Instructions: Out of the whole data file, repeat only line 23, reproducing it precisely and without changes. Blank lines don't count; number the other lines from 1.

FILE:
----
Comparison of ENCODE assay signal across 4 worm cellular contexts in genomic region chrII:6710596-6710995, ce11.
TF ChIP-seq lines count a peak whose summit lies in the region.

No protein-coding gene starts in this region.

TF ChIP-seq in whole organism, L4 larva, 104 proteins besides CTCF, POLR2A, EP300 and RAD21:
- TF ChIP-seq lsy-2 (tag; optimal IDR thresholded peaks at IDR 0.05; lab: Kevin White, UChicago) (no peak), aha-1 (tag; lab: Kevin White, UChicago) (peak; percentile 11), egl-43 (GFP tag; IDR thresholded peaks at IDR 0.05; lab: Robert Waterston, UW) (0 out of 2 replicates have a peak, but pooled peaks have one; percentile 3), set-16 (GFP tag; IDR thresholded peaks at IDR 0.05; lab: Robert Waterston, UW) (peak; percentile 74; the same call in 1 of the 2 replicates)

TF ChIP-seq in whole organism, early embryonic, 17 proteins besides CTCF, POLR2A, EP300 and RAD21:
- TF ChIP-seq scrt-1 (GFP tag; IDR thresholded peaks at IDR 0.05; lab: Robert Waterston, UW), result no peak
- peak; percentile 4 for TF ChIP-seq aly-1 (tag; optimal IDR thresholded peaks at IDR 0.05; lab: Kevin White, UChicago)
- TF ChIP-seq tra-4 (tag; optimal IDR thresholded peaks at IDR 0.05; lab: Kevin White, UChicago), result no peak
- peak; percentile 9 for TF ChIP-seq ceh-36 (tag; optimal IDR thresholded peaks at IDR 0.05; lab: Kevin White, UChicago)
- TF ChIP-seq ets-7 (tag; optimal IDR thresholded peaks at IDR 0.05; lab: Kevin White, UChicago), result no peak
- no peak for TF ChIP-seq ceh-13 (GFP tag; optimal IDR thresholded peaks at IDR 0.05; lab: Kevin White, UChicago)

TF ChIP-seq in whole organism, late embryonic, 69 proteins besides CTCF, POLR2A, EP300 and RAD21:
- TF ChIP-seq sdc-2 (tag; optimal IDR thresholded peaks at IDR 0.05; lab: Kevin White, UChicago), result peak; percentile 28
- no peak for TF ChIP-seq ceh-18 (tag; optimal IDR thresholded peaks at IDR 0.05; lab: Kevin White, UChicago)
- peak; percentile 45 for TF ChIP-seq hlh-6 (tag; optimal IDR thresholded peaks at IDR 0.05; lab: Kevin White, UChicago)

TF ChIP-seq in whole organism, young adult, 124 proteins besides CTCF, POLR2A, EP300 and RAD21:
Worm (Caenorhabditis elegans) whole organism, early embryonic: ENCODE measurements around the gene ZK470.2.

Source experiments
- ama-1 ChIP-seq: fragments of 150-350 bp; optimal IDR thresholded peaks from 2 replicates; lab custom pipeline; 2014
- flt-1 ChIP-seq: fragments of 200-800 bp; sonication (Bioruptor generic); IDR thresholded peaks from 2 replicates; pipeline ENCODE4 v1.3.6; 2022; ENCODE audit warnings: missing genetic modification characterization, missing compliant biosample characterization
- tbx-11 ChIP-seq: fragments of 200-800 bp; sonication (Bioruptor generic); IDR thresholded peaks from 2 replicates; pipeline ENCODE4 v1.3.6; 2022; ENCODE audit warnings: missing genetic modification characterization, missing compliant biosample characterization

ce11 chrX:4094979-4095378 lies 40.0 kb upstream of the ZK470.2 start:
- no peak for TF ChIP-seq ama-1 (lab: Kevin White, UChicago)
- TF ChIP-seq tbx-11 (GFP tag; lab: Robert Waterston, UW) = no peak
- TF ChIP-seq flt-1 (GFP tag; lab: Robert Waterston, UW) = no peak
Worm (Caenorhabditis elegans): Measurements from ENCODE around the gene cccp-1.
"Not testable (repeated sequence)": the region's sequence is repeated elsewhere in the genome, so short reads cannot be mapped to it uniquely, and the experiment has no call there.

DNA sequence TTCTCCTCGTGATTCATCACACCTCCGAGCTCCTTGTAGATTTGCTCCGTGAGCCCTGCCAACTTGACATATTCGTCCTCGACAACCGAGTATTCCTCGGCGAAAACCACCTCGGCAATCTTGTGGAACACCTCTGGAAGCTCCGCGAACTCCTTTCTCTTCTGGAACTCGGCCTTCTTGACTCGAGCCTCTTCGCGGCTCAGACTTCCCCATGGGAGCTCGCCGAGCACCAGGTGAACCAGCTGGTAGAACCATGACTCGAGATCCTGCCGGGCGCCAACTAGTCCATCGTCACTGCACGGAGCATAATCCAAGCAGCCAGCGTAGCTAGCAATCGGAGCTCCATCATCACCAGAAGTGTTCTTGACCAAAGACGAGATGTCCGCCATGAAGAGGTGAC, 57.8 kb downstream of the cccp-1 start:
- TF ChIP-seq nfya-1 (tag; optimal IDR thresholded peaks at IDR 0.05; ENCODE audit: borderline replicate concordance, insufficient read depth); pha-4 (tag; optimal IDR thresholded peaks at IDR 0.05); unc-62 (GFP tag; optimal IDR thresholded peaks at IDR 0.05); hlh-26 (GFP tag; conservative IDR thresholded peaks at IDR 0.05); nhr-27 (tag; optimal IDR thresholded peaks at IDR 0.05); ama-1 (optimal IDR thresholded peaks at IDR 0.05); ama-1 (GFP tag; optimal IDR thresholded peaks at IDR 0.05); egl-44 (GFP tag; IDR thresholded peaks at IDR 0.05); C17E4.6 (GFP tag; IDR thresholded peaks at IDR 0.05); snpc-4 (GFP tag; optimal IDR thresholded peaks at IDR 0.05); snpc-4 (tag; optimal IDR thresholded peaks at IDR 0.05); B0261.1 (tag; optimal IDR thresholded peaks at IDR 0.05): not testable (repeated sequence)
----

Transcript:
ce11 chrX:4094979-4095378 lies 40.0 kb upstream of the ZK470.2 start: